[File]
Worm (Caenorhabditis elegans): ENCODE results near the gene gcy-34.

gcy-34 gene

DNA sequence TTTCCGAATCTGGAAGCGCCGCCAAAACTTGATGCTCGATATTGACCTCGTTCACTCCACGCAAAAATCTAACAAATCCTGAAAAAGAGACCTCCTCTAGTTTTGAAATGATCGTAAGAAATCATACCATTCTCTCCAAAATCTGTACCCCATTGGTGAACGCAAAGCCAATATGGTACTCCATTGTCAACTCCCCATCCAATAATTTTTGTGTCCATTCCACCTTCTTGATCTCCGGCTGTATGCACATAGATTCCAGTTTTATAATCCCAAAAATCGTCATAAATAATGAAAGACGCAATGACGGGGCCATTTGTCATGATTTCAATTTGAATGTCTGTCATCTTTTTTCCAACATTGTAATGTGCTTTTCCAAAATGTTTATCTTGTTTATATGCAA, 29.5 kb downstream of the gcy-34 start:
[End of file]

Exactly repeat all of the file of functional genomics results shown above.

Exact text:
Worm (Caenorhabditis elegans): ENCODE results near the gene gcy-34.

gcy-34 gene

DNA sequence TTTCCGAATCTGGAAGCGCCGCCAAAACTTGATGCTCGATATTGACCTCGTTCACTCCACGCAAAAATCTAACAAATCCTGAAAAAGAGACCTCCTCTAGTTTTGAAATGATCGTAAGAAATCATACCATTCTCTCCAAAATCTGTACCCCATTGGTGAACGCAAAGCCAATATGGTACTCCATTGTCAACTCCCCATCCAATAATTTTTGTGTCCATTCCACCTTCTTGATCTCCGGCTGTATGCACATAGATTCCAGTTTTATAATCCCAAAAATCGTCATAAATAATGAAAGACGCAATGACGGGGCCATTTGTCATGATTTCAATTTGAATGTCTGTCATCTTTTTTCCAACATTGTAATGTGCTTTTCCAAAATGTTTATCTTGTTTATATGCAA, 29.5 kb downstream of the gcy-34 start: